Infinity Internship

A post by Learning Coordinator Charlotte Spink and Infinity Intern Ailsa

In early summer 2022, I was approached by the Careers & Enterprise and Disability Support Service to join their Infinity Internship Programme. Infinity places Durham University students with autism in paid internships both inside and outside the University with the aim of benefitting both parties. The programme aims to access a pool of often untapped talent, promote diversity and inclusion and develop students’ knowledge and skills.

Applicants go through an application and recruitment process to ensure they are a good fit for the host organisation. In July our first Infinity Intern – Ailsa – arrived at the Oriental Museum.

Together, we created an 8 – week work plan that both met Ailsa’s goals and development needs and would result in a useful resource for the Oriental Museum. Ailsa decided to focus on creating a resource to engage an adult audience on an under-used area of our collections: the Indus Valley material. A small selection of objects from the Indus Valley is on display in the Himalayas, South Asia and Southeast Asia and the topic is on the National Curriculum for History. Despite that, it is often eclipsed by the Ancient Egyptians or Shang Dynasty of China and has lower general public awareness.

Ailsa began working to explore how other museums use their Indus Valley collections. She used her existing knowledge she had developed as part of studies in archaeology to begin creating an ‘whodunit’ online resource for use with adults including school teachers who may wish to develop their own knowledge before embarking on the topic in school.

Ailsa, over to you…

I greatly enjoyed my time with the Oriental Museum’s Learning Team. The Indus Valley collection and Marshall Archive piqued my interest because there are so many unanswered questions surrounding the Indus Civilization, particularly concerning the possible catalysts for its eventual collapse. The collection on display is similarly intriguing as the precise purpose of certain artefacts is unclear – for instance possible interpretations of the pottery hoops range from jewellery to loom weight. I wanted to incorporate this ambiguity into the resource, the result being the ‘whodunnit’ interactive. The intention is to create an active learning experience by encouraging people to apply what they have learnt about the Indus to weigh up the theories explaining its collapse and vote for their favourite (or create one of their own!). As part of the resource, visitors are also able to vote for their favourite theory and I am excited to see the outcome.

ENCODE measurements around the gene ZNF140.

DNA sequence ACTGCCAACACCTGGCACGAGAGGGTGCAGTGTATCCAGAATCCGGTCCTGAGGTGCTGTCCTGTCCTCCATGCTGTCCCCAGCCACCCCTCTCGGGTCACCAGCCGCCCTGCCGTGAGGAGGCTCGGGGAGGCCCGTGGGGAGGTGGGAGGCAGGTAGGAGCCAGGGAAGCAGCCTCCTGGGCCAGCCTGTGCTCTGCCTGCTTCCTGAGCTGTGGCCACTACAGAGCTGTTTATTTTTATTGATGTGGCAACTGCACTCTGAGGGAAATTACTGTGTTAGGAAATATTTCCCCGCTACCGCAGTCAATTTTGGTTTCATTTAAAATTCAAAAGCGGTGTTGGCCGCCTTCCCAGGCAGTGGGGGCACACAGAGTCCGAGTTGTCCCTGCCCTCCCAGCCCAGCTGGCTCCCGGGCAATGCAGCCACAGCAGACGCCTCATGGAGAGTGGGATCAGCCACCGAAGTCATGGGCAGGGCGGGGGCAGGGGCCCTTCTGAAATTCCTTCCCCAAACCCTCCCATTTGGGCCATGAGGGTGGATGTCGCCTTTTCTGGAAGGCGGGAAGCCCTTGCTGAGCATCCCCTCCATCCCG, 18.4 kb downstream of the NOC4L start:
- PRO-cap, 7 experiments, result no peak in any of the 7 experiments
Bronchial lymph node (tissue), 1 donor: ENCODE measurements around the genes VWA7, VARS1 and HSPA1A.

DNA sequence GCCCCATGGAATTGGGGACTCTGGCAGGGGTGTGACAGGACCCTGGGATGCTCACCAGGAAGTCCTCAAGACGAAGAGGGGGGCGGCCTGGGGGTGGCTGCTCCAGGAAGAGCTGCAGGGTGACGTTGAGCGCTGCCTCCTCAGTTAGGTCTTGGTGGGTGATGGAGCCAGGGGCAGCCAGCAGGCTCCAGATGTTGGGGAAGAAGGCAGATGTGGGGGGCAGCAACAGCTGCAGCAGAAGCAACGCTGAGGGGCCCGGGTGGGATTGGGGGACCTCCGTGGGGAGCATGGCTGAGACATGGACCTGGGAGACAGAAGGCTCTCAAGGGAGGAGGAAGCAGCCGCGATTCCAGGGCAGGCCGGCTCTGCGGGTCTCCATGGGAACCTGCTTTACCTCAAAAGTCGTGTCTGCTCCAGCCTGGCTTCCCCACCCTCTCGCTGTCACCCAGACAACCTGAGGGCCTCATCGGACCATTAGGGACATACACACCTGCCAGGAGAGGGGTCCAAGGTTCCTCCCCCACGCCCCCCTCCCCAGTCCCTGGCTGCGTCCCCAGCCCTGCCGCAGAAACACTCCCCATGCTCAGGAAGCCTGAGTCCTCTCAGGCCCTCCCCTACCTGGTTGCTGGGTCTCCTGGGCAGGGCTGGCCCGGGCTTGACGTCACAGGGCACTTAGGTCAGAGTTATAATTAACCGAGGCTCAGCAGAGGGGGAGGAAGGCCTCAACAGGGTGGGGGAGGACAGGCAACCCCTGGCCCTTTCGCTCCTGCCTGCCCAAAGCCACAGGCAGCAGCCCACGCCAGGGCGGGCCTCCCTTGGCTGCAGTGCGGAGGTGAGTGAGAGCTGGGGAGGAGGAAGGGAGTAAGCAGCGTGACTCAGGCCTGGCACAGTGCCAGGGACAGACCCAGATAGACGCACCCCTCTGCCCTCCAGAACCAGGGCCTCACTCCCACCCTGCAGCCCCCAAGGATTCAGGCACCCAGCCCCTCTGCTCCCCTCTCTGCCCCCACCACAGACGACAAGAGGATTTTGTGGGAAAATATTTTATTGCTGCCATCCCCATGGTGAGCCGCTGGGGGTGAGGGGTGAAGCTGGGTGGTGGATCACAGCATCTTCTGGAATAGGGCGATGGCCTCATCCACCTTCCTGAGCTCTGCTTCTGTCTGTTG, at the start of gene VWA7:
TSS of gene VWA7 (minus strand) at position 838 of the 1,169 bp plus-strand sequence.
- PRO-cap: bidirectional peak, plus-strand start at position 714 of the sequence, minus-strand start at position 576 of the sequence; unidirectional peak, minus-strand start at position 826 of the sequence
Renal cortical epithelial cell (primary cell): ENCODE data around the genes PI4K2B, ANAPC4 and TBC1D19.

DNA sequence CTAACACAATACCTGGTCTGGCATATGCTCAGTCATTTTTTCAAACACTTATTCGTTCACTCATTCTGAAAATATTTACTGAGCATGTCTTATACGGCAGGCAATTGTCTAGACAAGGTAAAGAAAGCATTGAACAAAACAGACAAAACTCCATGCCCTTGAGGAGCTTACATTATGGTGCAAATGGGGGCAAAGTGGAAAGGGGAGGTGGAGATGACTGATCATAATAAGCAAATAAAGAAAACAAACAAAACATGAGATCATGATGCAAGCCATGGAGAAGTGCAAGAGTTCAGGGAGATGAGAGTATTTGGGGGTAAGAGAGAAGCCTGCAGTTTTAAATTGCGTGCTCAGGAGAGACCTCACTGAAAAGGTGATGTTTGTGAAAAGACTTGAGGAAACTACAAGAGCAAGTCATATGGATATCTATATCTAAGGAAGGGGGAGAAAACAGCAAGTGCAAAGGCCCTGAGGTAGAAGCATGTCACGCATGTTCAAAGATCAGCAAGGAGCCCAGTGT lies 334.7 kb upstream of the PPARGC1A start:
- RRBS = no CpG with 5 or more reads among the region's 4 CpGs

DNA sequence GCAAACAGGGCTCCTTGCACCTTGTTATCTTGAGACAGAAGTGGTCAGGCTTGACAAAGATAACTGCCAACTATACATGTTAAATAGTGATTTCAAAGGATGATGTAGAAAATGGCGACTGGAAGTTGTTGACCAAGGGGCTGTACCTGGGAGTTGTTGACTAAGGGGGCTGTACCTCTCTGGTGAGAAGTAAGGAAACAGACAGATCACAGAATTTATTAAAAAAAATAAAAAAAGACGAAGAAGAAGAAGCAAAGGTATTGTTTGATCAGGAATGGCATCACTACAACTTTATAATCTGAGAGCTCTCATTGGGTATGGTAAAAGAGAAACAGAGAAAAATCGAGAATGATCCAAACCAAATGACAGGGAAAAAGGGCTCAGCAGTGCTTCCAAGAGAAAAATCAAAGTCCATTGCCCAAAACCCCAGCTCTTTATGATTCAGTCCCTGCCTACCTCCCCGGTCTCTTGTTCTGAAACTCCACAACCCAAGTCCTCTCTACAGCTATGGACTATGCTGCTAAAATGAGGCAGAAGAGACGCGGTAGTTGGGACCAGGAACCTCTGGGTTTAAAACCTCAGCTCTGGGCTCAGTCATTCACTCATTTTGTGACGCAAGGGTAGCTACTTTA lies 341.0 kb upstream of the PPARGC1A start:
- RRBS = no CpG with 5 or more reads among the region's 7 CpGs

The most fascinating part of this internship was getting a look behind-the-scenes. I have learnt so much about how displays are curated, and the many methods used to engage the public in the objects and stories that the museum has to offer. This internship taught me so much and developed not just my skills but also my confidence – I can’t wait to pursue a career in museums and heritage! I really appreciate the time and effort that the Learning Team and the museum as a whole put in to helping me and accommodating my needs. It has been a truly memorable experience!

I accessed the Marshall Archive to research and build the online resource –here is one of my favourite photographs that I didn’t manage to include!

Marshall Archive: Volume 16: Panjab. (DUROM.1957.1.1201)         
1870-1935. Photographic paper, 206mm x 153mm.
Field collection location: Harappa, Sahiwal District, Sahiwal Division, Punjab Province, Pakistan, South Asia, AsiaBlack and white monochrome photograph of artefacts from Harappa.
A selection of faience ornaments of various shapes as well as an agate leech-pendant.

Ailsa also received training on how to use various digital tools like Shorthand and which our Museums and Galleries Team uses for creating online exhibition.

We hope that it will encourage school visits to the museum and more use of the collection generally.

You can view the new resource here

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